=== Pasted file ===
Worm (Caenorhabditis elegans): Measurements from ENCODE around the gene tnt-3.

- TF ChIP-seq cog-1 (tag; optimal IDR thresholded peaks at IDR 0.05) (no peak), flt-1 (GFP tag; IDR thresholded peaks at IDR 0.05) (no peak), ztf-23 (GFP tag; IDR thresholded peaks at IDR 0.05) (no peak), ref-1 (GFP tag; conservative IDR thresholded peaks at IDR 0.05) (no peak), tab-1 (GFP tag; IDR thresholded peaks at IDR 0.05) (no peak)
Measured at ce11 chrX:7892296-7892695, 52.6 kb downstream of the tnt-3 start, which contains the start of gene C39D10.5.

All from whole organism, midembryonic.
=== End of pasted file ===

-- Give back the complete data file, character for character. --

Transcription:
Worm (Caenorhabditis elegans): Measurements from ENCODE around the gene tnt-3.

- TF ChIP-seq cog-1 (tag; optimal IDR thresholded peaks at IDR 0.05) (no peak), flt-1 (GFP tag; IDR thresholded peaks at IDR 0.05) (no peak), ztf-23 (GFP tag; IDR thresholded peaks at IDR 0.05) (no peak), ref-1 (GFP tag; conservative IDR thresholded peaks at IDR 0.05) (no peak), tab-1 (GFP tag; IDR thresholded peaks at IDR 0.05) (no peak)
Measured at ce11 chrX:7892296-7892695, 52.6 kb downstream of the tnt-3 start, which contains the start of gene C39D10.5.

All from whole organism, midembryonic.